Heat Map: An unavoidable tool that tells you all about your customers' engagement on your website

Heat Map: An unavoidable tool that tells you all about your customers' engagement on your website. Read all about heatmaps here.

Heatmaps
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Did you redesign your website recently? Or just created your first website? You may even have had your website for many years. No matter where you and your company are in this process, the goal must be the same – your website should work for your users.

For a company, it is fundamental to know its customers. Who are they? What do they search for when they visit your website? And are these answers consistent with the beliefs that you and your company have about your target group? You can have a myriad of assumptions and work experience from your industry, but maybe it’s time to surrender to technology and introduce raw data in the form of heatmaps.      

Can a heat map add value to your business?

The short answer to this is yes! A heatmap is the ultimate way to measure your customers’ actions on your website. A heatmap can tell you how visitors interact with your website and – just as importantly – why they are not interacting. 

One company that makes this possible is Mouseflow, who offers an all-in-one analytic tool with heatmaps. The heatmaps are dynamic, based on full datasets, updated with the latest data, and automatically maintained. But to get a better understanding of exactly how heatmaps can add value to your business, we will start by explaining what heatmaps are.                 

What are heat maps? 

Basically, a heatmap should be understood as a graphic layer on top of your website. This graphic layer makes it possible to show, among other things, the clicks that are made on your website but also the clicks that are neglected. The more you do in a certain area, the hotter the area becomes, hence the name heatmap.  

The picture illustrates a scroll heatmap, and there are various heatmap tools you can use. These tools could include:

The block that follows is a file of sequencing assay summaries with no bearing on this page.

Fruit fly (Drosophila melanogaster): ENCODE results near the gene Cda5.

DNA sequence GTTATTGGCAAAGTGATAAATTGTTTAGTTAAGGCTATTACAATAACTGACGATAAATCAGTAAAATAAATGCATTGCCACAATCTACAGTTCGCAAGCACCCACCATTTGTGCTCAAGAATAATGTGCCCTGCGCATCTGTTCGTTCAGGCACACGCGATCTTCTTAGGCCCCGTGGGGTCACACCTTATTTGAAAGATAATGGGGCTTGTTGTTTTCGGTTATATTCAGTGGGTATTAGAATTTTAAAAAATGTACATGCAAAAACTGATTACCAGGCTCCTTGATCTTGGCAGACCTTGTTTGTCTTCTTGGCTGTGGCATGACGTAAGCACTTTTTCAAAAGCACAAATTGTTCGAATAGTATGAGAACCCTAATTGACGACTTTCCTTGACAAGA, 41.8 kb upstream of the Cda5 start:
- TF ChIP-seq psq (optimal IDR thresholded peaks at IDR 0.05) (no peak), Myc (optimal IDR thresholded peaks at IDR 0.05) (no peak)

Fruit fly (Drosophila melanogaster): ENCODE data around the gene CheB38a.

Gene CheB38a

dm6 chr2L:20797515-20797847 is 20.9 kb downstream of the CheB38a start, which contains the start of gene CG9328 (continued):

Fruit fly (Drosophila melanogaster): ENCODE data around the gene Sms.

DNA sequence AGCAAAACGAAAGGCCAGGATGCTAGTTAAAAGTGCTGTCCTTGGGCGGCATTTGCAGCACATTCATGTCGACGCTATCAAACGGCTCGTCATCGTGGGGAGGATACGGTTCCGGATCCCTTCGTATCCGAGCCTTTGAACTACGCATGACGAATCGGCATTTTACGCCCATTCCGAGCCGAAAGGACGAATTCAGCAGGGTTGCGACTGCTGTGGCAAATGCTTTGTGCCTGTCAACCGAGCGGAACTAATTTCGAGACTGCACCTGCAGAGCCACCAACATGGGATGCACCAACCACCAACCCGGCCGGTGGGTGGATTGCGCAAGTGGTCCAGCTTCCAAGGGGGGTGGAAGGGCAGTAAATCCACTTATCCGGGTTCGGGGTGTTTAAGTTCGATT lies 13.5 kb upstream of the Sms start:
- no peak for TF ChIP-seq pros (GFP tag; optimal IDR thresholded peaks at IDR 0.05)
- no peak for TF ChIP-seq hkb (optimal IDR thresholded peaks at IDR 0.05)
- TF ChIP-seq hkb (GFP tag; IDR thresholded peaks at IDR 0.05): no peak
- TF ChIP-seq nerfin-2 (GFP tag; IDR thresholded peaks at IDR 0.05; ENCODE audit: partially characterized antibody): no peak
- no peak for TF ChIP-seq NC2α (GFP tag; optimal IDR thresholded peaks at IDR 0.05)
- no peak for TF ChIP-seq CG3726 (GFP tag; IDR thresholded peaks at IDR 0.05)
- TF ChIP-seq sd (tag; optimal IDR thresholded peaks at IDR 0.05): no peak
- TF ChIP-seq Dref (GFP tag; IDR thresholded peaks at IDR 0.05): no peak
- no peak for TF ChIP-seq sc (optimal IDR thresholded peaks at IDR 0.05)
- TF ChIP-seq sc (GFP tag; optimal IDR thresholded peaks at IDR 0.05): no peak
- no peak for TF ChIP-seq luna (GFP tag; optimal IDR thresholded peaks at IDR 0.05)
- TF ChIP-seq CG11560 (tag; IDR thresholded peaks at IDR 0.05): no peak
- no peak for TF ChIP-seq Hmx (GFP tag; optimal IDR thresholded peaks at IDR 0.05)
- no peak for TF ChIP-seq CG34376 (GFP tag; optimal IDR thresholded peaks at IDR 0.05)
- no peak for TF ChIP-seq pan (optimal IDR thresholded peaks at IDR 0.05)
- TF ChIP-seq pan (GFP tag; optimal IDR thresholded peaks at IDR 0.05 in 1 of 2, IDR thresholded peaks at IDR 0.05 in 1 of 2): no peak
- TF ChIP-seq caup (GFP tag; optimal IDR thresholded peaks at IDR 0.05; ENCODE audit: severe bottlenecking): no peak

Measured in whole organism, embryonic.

• Click Heat Map

Shows you exactly where users are clicking on your website. This tool helps you to understand whether your call-to-action and clickable elements convert.  

  • Scroll Heat Map

Shows you how far users scroll down a page. A Scroll Heat Map uses colors to represent the most and least viewed parts of a page. This is beneficial in the role of determining where to place content on a page.   

  • Attention Heat Map

Helps you to understand how long the average user is spending on your page. It is often compared to scroll heatmaps and look similar, but shows time instead of scrolling.  

  • Movement Heat Map

Identify the visitors experiences by telling where they are clicking, pausing and scrolling. It is beneficial to ensure and maximize the visitors experiences.  

  • Geographical Heat Map

Will tell you the numbers of users from a specific geographic location. The more users from a specific location, the more vivid the colors over that area becomes.  

Common to these tools is that they all give you insights that help you convert. 

Three reasons to use heat maps in 2021  

Hopefully, you have now become wiser about what heatmaps are and become aware of what value they can create for your business. Whether you are convinced or not, we have picked out three essential reasons why you should prioritize and invest in heatmaps in 2021.

Take advantage of your data

By using heatmaps, you and your company are given essential data about your customers’ user behavior. The user behavior is present, whether it’s measured or not, so why not collect and use the data to ensure that you understand your customers’ movements around the website?

See what works with A/B testing    

In the lifespan of your website, new designs or website layouts are constantly being developed. By using heatmaps, UX designers can investigate whether users are acting as expected. Do users understand why the button is green instead of red and where to press if they need to put an item in the basket? Are they clicking on stuff that isn’t even buttons?

Tracking with heatmaps 

Heatmaps and tracking let you know how your users move along the conversion funnel. As an example, you can use mouse tracking which makes it possible to see where most conversions are likely to be made, and whether the customer can find the most important elements such as calls to action. At the same time, it is also possible to see where the conversion ends.  

Ready for heat maps?  

The value that heatmaps give your business is not to be mistaken, as it is not just another fancy buzzword. Instead it is a crucial foundation in the understanding of your customers’ movement on your webpage. Heatmaps are an easy tool to find the fundamental problems all websites have: getting your users to convert. Heatmaps are therefore an essential tool to invest in in 2021.  


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